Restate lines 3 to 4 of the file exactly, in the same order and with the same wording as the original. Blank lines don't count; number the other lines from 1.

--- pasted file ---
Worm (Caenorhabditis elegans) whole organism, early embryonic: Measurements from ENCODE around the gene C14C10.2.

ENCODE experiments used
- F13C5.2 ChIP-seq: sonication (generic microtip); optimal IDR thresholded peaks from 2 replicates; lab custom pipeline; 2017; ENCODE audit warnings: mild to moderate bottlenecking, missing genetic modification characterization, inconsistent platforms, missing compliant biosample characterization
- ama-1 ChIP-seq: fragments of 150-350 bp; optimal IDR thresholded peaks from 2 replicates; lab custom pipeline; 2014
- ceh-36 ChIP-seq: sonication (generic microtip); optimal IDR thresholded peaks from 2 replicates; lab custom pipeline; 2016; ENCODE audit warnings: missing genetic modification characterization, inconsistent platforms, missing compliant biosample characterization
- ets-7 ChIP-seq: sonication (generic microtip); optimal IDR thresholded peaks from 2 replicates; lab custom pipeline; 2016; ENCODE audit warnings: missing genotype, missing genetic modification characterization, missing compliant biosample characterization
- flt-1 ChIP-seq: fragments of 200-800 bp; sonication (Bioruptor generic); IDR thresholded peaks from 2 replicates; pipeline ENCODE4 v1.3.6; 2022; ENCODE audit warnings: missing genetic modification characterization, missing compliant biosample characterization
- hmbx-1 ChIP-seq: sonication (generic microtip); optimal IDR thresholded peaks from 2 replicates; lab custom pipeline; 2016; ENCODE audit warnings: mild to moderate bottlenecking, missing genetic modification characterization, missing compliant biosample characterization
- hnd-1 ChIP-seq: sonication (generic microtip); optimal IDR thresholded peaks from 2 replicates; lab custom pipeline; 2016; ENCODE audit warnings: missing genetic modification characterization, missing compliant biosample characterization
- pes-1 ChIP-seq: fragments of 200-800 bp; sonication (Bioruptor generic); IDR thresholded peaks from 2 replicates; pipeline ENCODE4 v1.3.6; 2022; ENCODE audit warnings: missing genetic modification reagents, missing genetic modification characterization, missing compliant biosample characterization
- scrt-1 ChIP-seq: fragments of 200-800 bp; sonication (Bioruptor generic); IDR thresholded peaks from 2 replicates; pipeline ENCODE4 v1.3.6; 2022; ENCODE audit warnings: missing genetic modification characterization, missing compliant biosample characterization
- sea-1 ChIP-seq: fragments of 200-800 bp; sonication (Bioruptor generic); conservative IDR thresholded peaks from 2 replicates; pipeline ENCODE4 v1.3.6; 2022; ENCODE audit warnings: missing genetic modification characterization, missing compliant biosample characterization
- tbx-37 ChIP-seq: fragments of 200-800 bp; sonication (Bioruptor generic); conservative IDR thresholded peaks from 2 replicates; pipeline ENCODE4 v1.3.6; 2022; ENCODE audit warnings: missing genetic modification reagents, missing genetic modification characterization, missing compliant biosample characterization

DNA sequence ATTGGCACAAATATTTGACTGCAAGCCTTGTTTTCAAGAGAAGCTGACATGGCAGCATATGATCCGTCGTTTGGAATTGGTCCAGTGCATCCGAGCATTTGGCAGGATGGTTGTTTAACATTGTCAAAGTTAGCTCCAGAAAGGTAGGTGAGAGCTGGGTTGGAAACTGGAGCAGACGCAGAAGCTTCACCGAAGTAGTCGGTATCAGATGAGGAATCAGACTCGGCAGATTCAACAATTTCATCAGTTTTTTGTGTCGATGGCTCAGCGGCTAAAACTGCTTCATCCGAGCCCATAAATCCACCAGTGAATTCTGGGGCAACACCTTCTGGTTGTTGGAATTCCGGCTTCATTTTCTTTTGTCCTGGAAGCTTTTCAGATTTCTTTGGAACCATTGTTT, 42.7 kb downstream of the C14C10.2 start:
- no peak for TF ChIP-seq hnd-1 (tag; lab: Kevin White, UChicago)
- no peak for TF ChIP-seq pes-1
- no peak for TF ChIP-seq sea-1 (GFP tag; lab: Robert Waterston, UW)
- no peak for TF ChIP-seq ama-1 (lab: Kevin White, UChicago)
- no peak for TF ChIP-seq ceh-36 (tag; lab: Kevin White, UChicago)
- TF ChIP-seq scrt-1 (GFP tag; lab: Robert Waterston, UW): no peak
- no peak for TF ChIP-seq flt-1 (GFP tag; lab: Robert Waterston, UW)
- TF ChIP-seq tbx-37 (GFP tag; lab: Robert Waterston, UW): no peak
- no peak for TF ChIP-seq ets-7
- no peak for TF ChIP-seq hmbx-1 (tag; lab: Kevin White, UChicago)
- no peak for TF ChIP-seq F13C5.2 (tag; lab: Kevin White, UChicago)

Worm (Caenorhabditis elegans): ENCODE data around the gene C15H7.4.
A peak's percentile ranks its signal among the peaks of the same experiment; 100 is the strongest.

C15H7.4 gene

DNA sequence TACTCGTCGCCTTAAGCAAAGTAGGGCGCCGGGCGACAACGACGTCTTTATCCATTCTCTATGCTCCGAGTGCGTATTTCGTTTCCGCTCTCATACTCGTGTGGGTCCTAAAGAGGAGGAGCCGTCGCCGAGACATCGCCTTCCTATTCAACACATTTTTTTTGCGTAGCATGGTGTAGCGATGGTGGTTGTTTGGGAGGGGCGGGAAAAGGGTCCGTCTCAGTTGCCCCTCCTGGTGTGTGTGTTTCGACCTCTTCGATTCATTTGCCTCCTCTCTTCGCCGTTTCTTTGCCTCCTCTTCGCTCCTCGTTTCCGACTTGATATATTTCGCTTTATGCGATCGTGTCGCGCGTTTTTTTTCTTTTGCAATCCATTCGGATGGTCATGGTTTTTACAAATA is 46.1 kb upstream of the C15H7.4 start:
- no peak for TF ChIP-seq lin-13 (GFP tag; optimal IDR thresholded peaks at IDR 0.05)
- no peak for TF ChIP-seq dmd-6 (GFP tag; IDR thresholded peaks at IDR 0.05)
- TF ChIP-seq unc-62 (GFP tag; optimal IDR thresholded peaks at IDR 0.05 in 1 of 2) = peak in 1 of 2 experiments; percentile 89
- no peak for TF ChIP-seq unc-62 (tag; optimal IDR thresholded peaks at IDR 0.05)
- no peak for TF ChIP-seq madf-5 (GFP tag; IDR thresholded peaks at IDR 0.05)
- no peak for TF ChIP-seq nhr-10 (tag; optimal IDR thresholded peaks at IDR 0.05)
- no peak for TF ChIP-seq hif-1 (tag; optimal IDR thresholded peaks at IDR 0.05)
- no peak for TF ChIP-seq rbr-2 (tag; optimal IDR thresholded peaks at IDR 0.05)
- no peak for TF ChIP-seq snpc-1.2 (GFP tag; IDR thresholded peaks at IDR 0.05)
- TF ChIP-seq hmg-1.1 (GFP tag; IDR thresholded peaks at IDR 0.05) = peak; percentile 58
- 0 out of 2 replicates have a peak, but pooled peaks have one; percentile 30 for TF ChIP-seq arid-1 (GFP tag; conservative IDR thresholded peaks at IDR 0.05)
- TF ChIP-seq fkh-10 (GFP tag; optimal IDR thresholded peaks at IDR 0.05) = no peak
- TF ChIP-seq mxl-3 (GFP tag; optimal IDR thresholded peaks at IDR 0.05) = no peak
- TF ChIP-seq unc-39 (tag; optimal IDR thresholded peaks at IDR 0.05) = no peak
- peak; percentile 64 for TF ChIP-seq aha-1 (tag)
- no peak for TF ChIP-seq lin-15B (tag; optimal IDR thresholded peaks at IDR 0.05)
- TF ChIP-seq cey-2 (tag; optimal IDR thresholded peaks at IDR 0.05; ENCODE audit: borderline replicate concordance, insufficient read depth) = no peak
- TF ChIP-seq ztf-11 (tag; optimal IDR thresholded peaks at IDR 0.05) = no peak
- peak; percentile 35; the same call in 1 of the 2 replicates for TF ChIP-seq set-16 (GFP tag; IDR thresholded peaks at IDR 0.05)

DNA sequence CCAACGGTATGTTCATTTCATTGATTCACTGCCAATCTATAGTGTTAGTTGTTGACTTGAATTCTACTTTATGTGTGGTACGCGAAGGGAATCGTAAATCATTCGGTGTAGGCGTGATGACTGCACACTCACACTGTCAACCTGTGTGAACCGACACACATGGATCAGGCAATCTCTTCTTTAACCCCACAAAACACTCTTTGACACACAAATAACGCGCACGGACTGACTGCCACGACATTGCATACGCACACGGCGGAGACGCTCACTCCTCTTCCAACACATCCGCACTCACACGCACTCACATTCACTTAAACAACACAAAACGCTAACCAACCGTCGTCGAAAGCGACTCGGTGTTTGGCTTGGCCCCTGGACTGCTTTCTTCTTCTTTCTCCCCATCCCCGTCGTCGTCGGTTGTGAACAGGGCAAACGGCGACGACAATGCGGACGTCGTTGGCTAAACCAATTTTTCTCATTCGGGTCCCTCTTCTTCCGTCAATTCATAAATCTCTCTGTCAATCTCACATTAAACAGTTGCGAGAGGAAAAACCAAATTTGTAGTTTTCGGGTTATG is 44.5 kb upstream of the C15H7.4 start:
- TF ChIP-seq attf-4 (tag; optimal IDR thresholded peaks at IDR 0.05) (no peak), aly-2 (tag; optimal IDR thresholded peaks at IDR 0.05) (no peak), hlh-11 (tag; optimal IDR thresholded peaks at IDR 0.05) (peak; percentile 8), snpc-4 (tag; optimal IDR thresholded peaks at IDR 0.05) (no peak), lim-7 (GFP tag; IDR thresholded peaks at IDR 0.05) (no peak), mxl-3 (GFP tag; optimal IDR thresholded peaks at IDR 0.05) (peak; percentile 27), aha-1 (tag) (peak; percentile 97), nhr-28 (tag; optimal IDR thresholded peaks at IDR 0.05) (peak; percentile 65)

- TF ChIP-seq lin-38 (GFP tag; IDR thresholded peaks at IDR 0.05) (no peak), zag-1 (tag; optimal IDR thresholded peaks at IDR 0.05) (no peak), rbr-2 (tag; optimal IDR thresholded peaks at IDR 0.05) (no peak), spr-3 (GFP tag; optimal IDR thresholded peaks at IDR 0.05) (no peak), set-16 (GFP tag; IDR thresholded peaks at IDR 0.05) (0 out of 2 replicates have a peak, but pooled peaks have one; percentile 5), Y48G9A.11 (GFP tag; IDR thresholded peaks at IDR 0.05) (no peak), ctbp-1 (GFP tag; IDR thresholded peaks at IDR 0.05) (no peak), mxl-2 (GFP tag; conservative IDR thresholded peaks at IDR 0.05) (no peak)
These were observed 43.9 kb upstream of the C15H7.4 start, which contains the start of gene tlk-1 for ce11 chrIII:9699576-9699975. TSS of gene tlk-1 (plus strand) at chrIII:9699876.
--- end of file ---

- F13C5.2 ChIP-seq: sonication (generic microtip); optimal IDR thresholded peaks from 2 replicates; lab custom pipeline; 2017; ENCODE audit warnings: mild to moderate bottlenecking, missing genetic modification characterization, inconsistent platforms, missing compliant biosample characterization
- ama-1 ChIP-seq: fragments of 150-350 bp; optimal IDR thresholded peaks from 2 replicates; lab custom pipeline; 2014